After more than four decades of membership in the European Union before a controversial referendum, the toppling of a Prime Minister and countless rallies to stop it, Britain is on its way out.
The bill was approved on a vote of 330 to 231 and will now be sent to the House of Lords, and put into legislation in coming weeks.
But some observers say Brexit will only get messier, as negotiations for a trade deal with the EU begin in earnest.
Mr Johnson, however, is confident. The UK will remain under EU rules of trade until December 31 and he has said he expects to strike a deal in that time.
Volcano shuts down Philippine capital
Up to 15 kilometres of ash spewed from a volcano in the Philippines on Sunday evening local time.
The sudden explosion prompted a “total evacuation” of nearly half a million people near the capital Manila, flight cancellations and thousands of people fleeing to safety.
Taal volcano is one of the country’s most active, and authorities have upgraded the threat level to 4, meaning an eruption could happen within hours or days.
The rumbling volcano is in the middle of a lake about 70km south of Manila’s centre and has sent clouds of ash across the city as seismologists warned an eruption could happen at any time and potentially trigger a tsunami.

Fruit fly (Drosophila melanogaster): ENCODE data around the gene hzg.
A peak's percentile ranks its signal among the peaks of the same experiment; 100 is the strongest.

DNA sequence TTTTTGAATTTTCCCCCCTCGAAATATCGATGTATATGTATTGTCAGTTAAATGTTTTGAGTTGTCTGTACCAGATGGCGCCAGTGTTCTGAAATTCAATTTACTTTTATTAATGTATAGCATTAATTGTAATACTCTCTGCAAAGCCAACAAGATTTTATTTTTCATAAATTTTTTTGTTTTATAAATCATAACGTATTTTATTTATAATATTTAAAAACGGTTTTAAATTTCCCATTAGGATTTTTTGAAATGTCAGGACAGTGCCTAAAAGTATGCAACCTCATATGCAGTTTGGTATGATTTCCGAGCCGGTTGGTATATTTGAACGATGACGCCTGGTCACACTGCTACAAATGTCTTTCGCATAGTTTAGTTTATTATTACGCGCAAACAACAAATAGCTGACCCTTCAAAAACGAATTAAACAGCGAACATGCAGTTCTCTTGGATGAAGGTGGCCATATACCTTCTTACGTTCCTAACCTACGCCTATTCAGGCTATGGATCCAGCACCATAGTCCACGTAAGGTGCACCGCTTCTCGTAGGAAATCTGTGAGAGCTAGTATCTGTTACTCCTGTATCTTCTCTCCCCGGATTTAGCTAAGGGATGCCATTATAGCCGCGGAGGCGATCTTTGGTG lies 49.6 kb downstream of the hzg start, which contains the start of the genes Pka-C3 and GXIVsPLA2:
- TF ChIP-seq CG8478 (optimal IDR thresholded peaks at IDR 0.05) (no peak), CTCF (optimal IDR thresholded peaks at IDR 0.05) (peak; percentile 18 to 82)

Ghosn’s escape from Japan
Carlos Ghosn was the king of the car industry in Japan. Head of Nissan, he was hero-worshipped before becoming one of the country’s most high-profile criminal subjects.
He’s now a fugitive in exile.
The former car-maker jumped bail and fled Japan last month while awaiting trial on financial misconduct charges.
Adding to the intrigue, Mr Ghoson popped up in Lebanon where his wife Carole was born and they’ve both been talking to international media about the escape.
In Beirut he told reporters: “There was no way I was going to be treated fairly.”
“No sign that I was going to have a normal life for the next four or five years. So I can tell you that, I mean, it’s not very difficult to come to [the] conclusion that you’re going to die in Japan, or you’re going to have to get out.”